Several countries are currently promoting state subsidies for chip production in their own country after the supply bottlenecks of the past few years have shown the vulnerability in this field. The USA is doing it, the EU is doing it, China has been doing it for a long time – and Japan, the third largest economy in the world, sees its chance to regain its old size in the semiconductor world.
In the 1980s, the Japanese chip companies still dominated the world market. But then they ceded the position to Taiwan and South Korea. In Japan, many have not forgotten those times. Now a new company called Rapidus Japan is to catapult forward in terms of semiconductor production. The Japanese government supports the project as a measure of “economic security”, one of the keywords in Tokyo’s Kasumigaseki government district.
The Economy Ministry has already pledged half a billion euros (70 billion yen) in subsidies. And everyone expects more to come.
The chip company could be able to mass-produce two-nanometer semiconductors by 2027, and only with that two years after the world market leader TSMC started this new generation of chips – a very ambitious plan. Rapidus is planning the equivalent of 36 billion dollars in investments over the next ten years to catch up at breakneck speed. Can this work?
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Toyota, Sony, Softbank: Rapidus has prominent shareholders
After all, eight well-known companies are behind Rapidus, a small who’s who of the Japanese economy: car manufacturer Toyota and car supplier Denso The shareholders include the electronics companies Sony and NEC, the IT and telecom groups Softbank and NTT, the memory chip company Kioxia (formerly Toshiba Memory) and the bank MUFG.
>> Read also: Japan wins the chip world market leader for a new plant and solves a supply chain problem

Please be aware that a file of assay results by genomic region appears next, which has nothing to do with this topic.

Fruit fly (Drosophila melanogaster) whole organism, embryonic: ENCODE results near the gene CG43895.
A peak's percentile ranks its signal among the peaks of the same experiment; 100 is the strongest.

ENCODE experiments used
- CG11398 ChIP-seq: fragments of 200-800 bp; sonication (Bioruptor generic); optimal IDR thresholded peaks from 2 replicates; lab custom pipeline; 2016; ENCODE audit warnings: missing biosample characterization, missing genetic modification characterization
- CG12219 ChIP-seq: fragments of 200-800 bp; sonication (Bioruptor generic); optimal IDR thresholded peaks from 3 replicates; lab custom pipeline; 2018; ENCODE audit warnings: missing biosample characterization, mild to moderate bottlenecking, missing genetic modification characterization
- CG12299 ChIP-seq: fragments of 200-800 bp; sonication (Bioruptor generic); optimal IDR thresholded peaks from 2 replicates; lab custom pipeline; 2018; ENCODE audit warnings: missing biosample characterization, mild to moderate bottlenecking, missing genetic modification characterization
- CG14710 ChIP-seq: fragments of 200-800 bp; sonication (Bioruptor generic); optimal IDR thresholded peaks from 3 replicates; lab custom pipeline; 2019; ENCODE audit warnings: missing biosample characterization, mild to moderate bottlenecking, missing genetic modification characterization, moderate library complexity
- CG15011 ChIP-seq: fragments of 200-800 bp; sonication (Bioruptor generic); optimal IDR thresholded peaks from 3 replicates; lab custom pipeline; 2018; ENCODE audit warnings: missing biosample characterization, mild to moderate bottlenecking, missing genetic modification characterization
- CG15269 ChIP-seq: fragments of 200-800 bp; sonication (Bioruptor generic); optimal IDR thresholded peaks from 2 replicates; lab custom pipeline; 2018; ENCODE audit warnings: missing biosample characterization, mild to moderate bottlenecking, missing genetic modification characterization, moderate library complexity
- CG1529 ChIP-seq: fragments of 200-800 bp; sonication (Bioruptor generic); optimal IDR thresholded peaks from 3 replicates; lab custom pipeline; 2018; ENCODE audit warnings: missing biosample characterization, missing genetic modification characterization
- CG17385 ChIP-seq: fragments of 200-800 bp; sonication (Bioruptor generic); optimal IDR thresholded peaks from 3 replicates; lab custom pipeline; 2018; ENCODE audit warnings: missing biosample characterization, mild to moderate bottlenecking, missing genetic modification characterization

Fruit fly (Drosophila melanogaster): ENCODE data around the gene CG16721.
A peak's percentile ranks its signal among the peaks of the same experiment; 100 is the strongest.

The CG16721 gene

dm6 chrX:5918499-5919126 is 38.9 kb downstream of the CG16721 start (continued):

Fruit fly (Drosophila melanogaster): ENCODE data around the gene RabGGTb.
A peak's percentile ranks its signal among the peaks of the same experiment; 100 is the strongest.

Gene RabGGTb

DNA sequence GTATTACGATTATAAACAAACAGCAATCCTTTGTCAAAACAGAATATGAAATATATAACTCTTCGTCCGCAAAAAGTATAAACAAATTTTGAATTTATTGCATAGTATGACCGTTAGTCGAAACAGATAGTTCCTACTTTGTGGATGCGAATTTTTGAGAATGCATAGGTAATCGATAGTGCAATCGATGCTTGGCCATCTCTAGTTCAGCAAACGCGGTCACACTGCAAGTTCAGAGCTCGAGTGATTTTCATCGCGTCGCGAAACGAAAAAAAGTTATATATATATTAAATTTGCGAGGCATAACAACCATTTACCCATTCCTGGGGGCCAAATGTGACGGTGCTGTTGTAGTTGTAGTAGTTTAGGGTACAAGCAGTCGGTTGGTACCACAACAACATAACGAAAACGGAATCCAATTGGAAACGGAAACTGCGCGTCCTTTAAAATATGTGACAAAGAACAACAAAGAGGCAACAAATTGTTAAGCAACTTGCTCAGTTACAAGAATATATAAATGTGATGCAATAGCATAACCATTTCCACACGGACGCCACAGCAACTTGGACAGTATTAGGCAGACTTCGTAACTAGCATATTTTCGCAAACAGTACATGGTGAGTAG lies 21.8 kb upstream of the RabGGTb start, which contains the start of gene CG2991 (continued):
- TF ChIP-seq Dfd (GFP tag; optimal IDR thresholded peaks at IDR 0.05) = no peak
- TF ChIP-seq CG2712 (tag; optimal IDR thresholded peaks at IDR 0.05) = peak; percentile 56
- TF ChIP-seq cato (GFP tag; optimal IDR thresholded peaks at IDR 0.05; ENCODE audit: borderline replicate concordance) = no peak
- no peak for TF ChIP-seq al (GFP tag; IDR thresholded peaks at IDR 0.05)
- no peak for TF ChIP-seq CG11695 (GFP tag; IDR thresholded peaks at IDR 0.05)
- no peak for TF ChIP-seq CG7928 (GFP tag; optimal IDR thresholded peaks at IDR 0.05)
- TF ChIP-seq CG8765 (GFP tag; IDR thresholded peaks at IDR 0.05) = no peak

Despite investing billions, China has always lagged behind the semiconductor catch-up goals it has set itself. Japan, however, is hoping that the geopolitical situation will help in the industrial policy bet. The US wants to decouple China from the latest semiconductor developments and is closely relying on Japan as a partner. According to reports, among other things, Japan is now willing to support the USA’s strict export restrictions on chips and chip production systems to China.
The close alliance between the two states can also be seen in the fact that the two-nanometer chip is to be developed in Rapidus’ yet to be built factory in cooperation with IBM in its Albany Nanotech complex in New York. According to the Japanese Ministry of Economic Affairs, both companies plan to jointly create a new market for next-generation chips, which Rapidus will then produce. Both companies also want to cooperate in training.
Rapidus and IBM have become symbols of stronger industrial policy cooperation between the USA and Japan. When Japanese Industry Minister Yasutoshi Nishimura met with US Secretary of Commerce Gina Raimondo earlier this year, representatives from both companies were present. In addition, the states want to cooperate more closely in artificial intelligence and biotechnology in the future, announced Nishimura.
Like so many companies in the industry, Rapidus wants to work not only with IBM, but also with the Imec Institute in Belgium. Rapidus is the last chance for Japan’s semiconductor industry to compete globally again, says company boss Atsuyoshi Koike.
TSMC factory in the country to help
In addition, the Japanese hope that the settlement of the Taiwanese market leader TSMC in the south of Japan will increase the semiconductor capabilities of the country. TSMC’s $8.6 billion factory is currently under construction – with billions in subsidies.
While the Taiwanese are still struggling with the decision to manufacture in Europe, a second plant is already being discussed in Japan. The settlement of the world market leader encourages the industrial politicians in Tokyo. They also refer to the knowledge that is still dormant in many Japanese companies.
However, it is far from certain that the industrial policy structure of the new chip company Rapidus will work. Japanese companies have already tried to jointly dominate the chip market: In 1999, the memory chip group Elpida was formed, in which NEC Hitachi Memory and the DRAM division of Mitsubishi Electric were merged. After a few good years, bankruptcy followed in 2012, and today the company is owned by Micron Technology, based in the USA.
In the Asia Techonomics column, Nicole Bastian, Dana Heide, Sabine Gusbeth, Martin Kölling and Mathias Peer take turns writing weekly about the most exciting technological and economic trends in the world’s most dynamic region.
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